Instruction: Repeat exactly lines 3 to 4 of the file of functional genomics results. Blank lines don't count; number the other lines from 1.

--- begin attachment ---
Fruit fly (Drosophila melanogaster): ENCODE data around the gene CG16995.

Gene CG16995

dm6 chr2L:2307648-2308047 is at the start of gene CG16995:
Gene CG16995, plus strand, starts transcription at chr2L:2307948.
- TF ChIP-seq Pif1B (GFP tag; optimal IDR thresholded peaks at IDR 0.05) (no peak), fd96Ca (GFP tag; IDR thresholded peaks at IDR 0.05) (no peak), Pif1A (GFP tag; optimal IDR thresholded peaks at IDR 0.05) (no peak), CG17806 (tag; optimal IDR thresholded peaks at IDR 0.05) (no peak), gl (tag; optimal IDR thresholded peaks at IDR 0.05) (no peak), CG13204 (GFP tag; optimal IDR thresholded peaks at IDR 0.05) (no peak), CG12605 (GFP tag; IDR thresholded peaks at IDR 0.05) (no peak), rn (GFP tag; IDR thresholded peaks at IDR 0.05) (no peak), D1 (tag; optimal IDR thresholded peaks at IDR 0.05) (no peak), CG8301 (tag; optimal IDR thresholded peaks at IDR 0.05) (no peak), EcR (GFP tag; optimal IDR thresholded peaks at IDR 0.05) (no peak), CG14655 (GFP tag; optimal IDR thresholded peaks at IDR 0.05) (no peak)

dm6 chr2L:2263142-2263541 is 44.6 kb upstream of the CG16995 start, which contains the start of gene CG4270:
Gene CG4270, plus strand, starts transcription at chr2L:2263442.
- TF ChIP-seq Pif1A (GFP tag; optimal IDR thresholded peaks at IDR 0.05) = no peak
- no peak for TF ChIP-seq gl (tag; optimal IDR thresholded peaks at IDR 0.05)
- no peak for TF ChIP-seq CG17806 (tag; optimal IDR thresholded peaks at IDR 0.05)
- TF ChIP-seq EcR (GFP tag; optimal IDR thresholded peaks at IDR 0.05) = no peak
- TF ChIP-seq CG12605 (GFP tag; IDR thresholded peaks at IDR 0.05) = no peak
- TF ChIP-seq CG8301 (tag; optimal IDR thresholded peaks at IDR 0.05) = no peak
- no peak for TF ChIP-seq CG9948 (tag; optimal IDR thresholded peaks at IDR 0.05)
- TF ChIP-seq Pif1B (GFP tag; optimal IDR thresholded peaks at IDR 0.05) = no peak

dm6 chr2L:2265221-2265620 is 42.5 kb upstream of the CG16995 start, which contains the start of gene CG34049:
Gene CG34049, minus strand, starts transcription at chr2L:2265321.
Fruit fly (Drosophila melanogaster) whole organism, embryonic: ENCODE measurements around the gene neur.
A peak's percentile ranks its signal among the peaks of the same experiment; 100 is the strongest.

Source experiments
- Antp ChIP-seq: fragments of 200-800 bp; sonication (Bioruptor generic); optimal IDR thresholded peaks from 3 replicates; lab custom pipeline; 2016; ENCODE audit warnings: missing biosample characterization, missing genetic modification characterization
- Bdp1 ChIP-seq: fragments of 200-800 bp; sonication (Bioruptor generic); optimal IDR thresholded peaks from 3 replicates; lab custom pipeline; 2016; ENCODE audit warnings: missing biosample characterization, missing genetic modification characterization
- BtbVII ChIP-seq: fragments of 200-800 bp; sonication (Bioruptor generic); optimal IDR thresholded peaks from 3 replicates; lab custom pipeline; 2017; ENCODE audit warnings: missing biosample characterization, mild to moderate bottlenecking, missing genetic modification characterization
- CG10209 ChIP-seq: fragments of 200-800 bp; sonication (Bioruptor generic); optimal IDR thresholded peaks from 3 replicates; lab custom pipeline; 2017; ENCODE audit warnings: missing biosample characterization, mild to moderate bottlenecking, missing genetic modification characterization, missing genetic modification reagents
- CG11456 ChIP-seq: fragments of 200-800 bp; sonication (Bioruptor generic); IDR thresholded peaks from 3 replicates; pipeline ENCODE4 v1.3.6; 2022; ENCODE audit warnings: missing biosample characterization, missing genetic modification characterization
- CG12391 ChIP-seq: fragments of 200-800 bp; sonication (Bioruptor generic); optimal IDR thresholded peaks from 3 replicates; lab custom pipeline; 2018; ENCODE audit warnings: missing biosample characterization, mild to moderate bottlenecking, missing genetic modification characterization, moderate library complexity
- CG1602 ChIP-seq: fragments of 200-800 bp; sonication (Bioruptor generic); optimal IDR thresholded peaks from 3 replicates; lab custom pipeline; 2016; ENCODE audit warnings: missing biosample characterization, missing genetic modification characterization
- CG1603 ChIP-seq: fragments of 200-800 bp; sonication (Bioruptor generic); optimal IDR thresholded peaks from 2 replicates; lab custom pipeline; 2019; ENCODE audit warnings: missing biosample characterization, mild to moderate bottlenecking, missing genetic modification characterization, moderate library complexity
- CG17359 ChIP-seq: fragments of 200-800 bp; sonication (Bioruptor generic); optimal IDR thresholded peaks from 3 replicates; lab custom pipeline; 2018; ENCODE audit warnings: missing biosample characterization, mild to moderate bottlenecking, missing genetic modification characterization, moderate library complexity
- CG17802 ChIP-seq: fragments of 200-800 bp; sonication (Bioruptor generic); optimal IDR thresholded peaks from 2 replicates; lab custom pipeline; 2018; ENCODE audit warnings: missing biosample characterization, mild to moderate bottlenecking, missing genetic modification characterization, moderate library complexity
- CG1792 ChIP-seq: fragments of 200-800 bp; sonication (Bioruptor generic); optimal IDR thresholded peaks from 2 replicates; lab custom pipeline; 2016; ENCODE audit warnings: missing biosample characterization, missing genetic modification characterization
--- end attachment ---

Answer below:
dm6 chr2L:2307648-2308047 is at the start of gene CG16995:
Gene CG16995, plus strand, starts transcription at chr2L:2307948.